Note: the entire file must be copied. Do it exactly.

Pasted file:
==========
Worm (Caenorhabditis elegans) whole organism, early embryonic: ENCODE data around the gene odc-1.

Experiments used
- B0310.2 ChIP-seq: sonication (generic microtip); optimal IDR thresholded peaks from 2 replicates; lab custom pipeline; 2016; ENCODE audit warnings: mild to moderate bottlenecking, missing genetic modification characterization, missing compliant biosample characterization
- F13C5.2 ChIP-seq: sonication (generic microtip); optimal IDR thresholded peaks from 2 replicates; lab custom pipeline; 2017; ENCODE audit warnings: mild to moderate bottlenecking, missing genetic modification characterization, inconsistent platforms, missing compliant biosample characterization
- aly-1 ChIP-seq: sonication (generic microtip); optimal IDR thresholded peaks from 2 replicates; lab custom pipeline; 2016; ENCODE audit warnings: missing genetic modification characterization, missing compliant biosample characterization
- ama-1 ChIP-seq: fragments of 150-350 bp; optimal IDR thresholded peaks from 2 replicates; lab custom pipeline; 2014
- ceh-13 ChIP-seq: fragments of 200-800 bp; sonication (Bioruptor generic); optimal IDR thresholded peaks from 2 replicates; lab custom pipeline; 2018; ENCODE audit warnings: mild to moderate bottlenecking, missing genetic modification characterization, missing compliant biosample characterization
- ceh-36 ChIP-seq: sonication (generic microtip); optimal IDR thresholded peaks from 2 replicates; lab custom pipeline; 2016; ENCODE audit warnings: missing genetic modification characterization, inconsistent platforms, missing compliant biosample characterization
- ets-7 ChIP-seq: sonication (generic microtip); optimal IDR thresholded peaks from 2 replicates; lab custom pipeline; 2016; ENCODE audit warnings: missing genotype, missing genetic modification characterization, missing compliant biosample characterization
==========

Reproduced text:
Worm (Caenorhabditis elegans) whole organism, early embryonic: ENCODE data around the gene odc-1.

Experiments used
- B0310.2 ChIP-seq: sonication (generic microtip); optimal IDR thresholded peaks from 2 replicates; lab custom pipeline; 2016; ENCODE audit warnings: mild to moderate bottlenecking, missing genetic modification characterization, missing compliant biosample characterization
- F13C5.2 ChIP-seq: sonication (generic microtip); optimal IDR thresholded peaks from 2 replicates; lab custom pipeline; 2017; ENCODE audit warnings: mild to moderate bottlenecking, missing genetic modification characterization, inconsistent platforms, missing compliant biosample characterization
- aly-1 ChIP-seq: sonication (generic microtip); optimal IDR thresholded peaks from 2 replicates; lab custom pipeline; 2016; ENCODE audit warnings: missing genetic modification characterization, missing compliant biosample characterization
- ama-1 ChIP-seq: fragments of 150-350 bp; optimal IDR thresholded peaks from 2 replicates; lab custom pipeline; 2014
- ceh-13 ChIP-seq: fragments of 200-800 bp; sonication (Bioruptor generic); optimal IDR thresholded peaks from 2 replicates; lab custom pipeline; 2018; ENCODE audit warnings: mild to moderate bottlenecking, missing genetic modification characterization, missing compliant biosample characterization
- ceh-36 ChIP-seq: sonication (generic microtip); optimal IDR thresholded peaks from 2 replicates; lab custom pipeline; 2016; ENCODE audit warnings: missing genetic modification characterization, inconsistent platforms, missing compliant biosample characterization
- ets-7 ChIP-seq: sonication (generic microtip); optimal IDR thresholded peaks from 2 replicates; lab custom pipeline; 2016; ENCODE audit warnings: missing genotype, missing genetic modification characterization, missing compliant biosample characterization